How do I choose a technical school? It isn't easy. There are hundreds of schools across the country that teach electronics; some are excellent, others barely passable. And it's not always easy to tell which is which.
If you must stay at home, and if your town has only one school, then you have no problem. You'll take whatever is available, and hope it's a good school. But if you can pick and choose, here are some guidelines.
First, if you're still in high school, go to the guidance department. Chances are they'll have detailed information about many schools both in your neighborhood and farther away. Second, if you're going to take an engineering technology course, find out whether the curriculum at the school you're considering is accredited, either nationally or regionally. Ask local educators - school or college officials - about regional accreditation. For national listings, see the Where To Write For More Information section of this article. Lack of accreditation doesn't necessarily mean it's not a good school, but you'll want to check more carefully if the school isn't an accredited one.
Third, write the schools you're considering and ask for their catalogs. Compare the courses listed. You'll find that some schools offer a far broader program and courses on a much higher level - calculus, digital circuits, microwaves, telemetering and servomechanisms, for example - than others. Even among accredited schools, some obviously give far more than others. Incidentally, you'll generally find that those with broader courses take longer - and, of course, cost more. Finally, check the faculty listing. Faculty members of top-rated schools have impressive qualifications, both in academic degrees and experience.
Have I Got What It Takes for Technical Training?
Experienced teachers and administrators at the best technical institutes can tell almost at once whether an enrolling student is going to complete his technological training successfully. Certain characteristics show up in almost every successful student. Here are the signs some leaders in the industry look for:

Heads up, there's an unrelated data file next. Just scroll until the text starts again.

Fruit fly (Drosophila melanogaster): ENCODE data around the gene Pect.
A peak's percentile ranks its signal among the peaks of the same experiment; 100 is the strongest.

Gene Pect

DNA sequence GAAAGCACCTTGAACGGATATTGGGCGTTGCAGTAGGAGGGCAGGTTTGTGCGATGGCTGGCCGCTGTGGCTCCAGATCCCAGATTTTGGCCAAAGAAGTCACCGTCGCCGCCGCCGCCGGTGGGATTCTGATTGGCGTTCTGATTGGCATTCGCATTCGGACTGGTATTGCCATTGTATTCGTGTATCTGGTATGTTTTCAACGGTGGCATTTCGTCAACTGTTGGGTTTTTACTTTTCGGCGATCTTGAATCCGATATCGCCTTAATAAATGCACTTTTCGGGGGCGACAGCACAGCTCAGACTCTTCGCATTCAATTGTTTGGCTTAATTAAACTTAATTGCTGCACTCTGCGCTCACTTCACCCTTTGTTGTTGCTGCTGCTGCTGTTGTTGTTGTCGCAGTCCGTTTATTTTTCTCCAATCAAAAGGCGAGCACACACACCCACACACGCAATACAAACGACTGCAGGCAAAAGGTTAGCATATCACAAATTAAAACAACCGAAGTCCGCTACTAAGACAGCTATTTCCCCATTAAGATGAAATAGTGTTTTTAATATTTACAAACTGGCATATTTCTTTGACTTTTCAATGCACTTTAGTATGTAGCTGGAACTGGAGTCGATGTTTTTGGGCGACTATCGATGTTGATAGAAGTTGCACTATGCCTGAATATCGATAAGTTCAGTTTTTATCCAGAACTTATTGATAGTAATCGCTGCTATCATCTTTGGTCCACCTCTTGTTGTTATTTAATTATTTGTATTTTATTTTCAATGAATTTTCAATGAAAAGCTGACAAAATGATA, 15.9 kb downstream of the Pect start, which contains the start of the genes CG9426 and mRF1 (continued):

Norman of Capitol Institute of Technology: "Good math background or aptitude. Inclination toward practical work. And a great deal of motivation."
R. E. Baird of the Oregon Technical Institute: "While in school, he will work. If he doesn't understand, he will let you know in no uncertain terms, and will hound you until he does understand. He really wants to learn."
Terzian of RCA Institutes: "First, a sincere interest in the field. Second, self discipline; the ability to sit down and do the assignments, prepare the reports, do the homework. He doesn't have to be exceptionally brilliant, but it helps if he enjoys math and physics and is good at them."
Gershon of DeVry Technical Institute: "Perseverance and desire are more important than high academic ability. I'd rather give the poorer student who wants to work a lot of help to bring him up to the proper level than have the gifted one who won't work or just isn't interested."
Foster of Central Technical Institute: "We look for a man who is primarily interested in technical rather than research type employment. He'll have to like to work with his hands."
Ungrodt of Milwaukee School of Engineering: "Ability to work and interest in the subject matter. He should be a good math and science student. But the ability to work is the most important thing. A man who wants to get something can really work. And he has something when he's through."
What he has, of course, is the key to a career in electronics. Do you have the qualifications? If so, pick out a good school and prepare yourself for a lifetime of employment in one of the most exciting fields on earth.
Posted October 4, 2018